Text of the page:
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Re: More DIY substrate heating cable questions

In message "Re: More DIY substrate heating cable questions", Jay Bickford writes:

>The responses, however,  have brought another question to mind.  In the above
>mentioned article, the authors use an AC transformer, but Brent Harsh suggested
>the use of an inexpensive DC battery charger like found at "WalsMart" for
>charging car batteries.  Does it make a difference if you use AC or DC?  Any
>electrical engineer types want to explain the advantages and disadvantages of one
>verses the other?  Are there any concerns about efficiency?  Is one type, AC or
>DC, more electrically efficient than the other?

Hi Jay,

Just an update on my heating cables using the battery charger.
They've been running constantly since February, and I have noticed
that the charger is making a bit more noise now that it did before.
In fact, it buzzes louder than the magnum canister filter on my tank!
Since it's a bedroom tank, I'm considering changing it (or at least
re-doing it's case myself to make it more solid).  It has been doing a 
fine job of keeping the substrate about 2 to 4 degrees warmer than the 
rest of the tank (found by shoving my brewing thermometer down into
the substrate).  I can't comment on the efficiency, but judging from
how warm the charger gets, I'm sure it's not very good (but my
ballasts on the lighting are worse <grin> - someone should invent a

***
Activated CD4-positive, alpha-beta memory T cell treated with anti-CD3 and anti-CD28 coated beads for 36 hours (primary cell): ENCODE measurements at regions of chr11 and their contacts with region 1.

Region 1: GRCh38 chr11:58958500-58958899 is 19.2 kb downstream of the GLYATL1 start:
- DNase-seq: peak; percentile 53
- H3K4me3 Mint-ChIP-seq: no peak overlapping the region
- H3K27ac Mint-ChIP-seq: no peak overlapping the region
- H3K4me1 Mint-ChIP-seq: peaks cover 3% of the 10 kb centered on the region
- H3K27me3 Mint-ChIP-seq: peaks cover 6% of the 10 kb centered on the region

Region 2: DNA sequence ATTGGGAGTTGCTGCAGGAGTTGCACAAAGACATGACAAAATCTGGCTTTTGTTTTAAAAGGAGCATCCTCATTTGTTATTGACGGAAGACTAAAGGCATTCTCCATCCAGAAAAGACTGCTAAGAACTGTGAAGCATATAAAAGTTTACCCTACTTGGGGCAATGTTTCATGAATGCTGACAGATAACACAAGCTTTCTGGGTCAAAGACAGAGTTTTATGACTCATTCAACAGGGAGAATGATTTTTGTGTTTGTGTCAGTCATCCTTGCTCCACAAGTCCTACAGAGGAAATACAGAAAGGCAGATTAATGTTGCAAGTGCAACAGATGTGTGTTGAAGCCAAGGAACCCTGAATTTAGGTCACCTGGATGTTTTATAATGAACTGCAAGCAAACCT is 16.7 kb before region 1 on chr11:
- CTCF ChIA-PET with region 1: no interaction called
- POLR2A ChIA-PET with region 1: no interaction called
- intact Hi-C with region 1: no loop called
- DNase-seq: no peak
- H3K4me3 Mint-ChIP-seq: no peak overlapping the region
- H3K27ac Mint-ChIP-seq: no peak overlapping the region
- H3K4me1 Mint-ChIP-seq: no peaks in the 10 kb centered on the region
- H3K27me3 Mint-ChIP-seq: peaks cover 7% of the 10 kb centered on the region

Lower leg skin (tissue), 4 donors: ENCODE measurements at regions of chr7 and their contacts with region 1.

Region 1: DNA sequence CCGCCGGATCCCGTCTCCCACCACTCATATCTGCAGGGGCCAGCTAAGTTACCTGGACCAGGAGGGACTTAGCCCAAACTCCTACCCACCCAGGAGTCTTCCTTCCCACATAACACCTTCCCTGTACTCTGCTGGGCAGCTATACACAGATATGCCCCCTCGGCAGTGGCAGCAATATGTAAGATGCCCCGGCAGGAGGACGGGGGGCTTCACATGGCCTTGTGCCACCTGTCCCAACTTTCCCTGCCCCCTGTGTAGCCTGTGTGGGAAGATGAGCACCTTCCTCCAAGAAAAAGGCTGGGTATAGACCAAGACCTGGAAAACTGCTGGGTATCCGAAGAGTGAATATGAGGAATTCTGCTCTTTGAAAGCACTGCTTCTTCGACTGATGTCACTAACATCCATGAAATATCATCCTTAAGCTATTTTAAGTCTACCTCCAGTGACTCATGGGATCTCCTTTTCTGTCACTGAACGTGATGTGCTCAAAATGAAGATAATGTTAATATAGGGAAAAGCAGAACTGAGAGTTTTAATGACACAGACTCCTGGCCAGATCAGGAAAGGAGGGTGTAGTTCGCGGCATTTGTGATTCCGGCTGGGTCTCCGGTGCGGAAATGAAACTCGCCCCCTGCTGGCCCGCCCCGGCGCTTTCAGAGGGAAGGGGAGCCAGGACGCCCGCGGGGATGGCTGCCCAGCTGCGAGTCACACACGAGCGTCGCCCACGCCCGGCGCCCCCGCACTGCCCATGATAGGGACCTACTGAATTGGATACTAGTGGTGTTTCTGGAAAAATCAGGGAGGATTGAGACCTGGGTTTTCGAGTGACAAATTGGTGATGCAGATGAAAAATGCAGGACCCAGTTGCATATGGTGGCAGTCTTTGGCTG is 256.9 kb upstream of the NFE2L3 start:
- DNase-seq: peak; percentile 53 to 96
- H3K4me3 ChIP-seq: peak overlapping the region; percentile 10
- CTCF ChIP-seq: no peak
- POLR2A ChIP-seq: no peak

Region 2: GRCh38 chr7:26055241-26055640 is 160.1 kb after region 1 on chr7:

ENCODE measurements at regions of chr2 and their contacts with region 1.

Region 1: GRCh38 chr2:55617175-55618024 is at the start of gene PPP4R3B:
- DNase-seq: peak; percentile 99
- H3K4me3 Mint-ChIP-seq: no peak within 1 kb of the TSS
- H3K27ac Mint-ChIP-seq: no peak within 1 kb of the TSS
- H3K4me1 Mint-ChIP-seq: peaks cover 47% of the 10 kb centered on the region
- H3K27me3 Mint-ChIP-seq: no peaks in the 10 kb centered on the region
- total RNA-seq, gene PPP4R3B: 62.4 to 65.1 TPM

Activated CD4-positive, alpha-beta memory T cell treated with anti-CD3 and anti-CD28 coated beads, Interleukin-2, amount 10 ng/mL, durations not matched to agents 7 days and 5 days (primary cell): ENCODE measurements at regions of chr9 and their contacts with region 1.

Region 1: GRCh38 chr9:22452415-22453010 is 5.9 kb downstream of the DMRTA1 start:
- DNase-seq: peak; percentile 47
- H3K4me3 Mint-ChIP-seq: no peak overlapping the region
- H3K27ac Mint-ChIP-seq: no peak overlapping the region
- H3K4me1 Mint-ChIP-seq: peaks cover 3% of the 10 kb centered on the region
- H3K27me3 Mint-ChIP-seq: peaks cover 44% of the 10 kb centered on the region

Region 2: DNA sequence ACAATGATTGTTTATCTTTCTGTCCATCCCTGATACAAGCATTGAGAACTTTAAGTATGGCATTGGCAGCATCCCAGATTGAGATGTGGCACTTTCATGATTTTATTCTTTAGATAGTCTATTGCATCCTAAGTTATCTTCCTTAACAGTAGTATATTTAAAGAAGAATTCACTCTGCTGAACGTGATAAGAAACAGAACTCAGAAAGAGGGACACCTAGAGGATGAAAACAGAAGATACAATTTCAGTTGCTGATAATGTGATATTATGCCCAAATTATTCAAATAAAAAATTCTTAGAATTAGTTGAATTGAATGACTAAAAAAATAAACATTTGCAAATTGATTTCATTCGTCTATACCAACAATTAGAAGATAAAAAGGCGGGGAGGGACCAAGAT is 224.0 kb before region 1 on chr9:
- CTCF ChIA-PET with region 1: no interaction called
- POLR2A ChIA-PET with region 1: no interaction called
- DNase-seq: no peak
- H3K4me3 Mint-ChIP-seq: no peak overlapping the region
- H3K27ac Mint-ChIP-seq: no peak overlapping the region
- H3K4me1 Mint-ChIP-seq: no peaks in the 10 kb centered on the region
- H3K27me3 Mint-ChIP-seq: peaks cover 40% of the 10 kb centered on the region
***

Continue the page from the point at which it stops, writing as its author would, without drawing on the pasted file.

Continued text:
way to mount the ballasts in the substrate as heaters!).  Now that
it's summertime, I may have to start putting it on a timer to keep the 
tank below 90!  (I usually keep it at 86 for the discus, and the
substrate temps vary between 88 and 90 the few times I've checked -
your tank is most likely cooler overall, so you'll probably want to
start out using a timer).

Other notes:
I really need to spend some time looking at my hardness levels to
balance them with pH and my CO2 rate.  Right now, it's all just
cobbled together and I haven't really tested anything, except to note
that my pH is off the low end of the scale on my stupid test kit (6.5) 
and my ammonia test kit still reads high despite the ridiculously low
bioload.  I've also noticed some tiny white whipping worms going around the 
tank - I've seen the discus eating them on occasion and they worry me
a bit.  Walter Wu suggested that they might be planaria, but they look
round to me; could be though, I really don't have any idea - I may
have asked about them before, but I went on vacation for the last two
weeks and just had to ignore the AP digests to catch up on work e-mail.

Okay then, that's it...